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Wizcom's Quicktionary TS Premium Offers Texty New Way To Get Your Translation On

From Wizcom, makers of all things text-to-translated comes the Quicktionary TS Premium - a way to scan, translate, store and interpret the written word. Premium indeed!

Any student who has taken a language class or traveler who has attempted to make sense of newspapers in a foreign country knows the headache that comes will trying to decipher the meanings of local idioms and speech phrases. In the case of the student, not knowing a single word or phrase can have serious consequences on their overall grade and learning experience and for the traveler the lack of a "universal translator" can make then feel far more isolated. While the world of technology hasn't quite caught up with Star Trek, the Wizcom Quicktionary TS Premium is a decent intermediary substitute that can not only scan text but read and translate it as well.

The TS is meant to be portable - as in "fits in your pocket" portable - so that it can be used at any time. Its built-in optical scanning head can be run over text to capture and translate it on the high-res touch screen located along the middle of the device. In addition, the TS has a built-in speaker if the user wants to hear the text read aloud in English, as well as a headphone jack so as not to disturb those around. A USB port, stylus slot and 5-way navigation button round out the list of physical features on the TS.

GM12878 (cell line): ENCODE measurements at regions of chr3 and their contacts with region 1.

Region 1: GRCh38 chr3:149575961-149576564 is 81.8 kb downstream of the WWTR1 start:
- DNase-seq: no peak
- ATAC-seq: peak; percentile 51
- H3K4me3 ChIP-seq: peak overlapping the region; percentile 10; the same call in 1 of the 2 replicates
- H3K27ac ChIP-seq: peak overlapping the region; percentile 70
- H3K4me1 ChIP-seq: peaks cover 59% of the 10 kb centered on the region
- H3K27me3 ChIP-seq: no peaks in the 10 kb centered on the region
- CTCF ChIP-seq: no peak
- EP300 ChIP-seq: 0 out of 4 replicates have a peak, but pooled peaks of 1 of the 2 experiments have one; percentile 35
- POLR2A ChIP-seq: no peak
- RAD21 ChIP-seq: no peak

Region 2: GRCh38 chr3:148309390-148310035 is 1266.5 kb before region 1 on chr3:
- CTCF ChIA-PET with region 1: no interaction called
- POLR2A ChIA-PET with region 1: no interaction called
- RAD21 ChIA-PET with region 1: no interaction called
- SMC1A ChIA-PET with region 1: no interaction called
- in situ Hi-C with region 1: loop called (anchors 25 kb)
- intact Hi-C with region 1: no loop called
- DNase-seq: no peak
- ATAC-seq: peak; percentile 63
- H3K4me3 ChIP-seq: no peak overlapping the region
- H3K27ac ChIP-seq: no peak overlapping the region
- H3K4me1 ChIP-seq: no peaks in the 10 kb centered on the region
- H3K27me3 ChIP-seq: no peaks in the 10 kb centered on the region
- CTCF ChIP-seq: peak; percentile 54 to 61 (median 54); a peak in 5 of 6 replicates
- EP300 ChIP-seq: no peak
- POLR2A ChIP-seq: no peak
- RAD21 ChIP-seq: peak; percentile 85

Of course, that's not all - and for just shy of $300 US, it had better not be.

The TS can also store up to 20,000 lines of text which can then be transferred to any windows-based app on a desktop, laptop or phone for later use and revision. As well, it is able to provide not only instant translation of words but take into account idioms and phrases to give the translation the best chance of being accurate. That, combined with 45 available dictionaries for the TS make it not only portable but extremely useful on the whole.

Of course, we always have a bone to pick and in this case its more on the student side of things than for the traveler - though both get included in the mix. For the student, the $300 price tag may be worth it but concerns might arise about the TS as a crutch or an impediment to learning the language as it should be. For the traveler, $300 is a bit steep just to have a few words and phrases analyzed and with the extremely small size of the TS, losing it is a real possibility.

When all is said and done and the verbs, nouns and adjectives settle down, the TS is still a great product concept for the money with a large amount of functionality in a small package - something that always translates well.

Source: Wizcom 

Douglas Bonderud
Technology and Gadgets Blogger
InventorSpot.com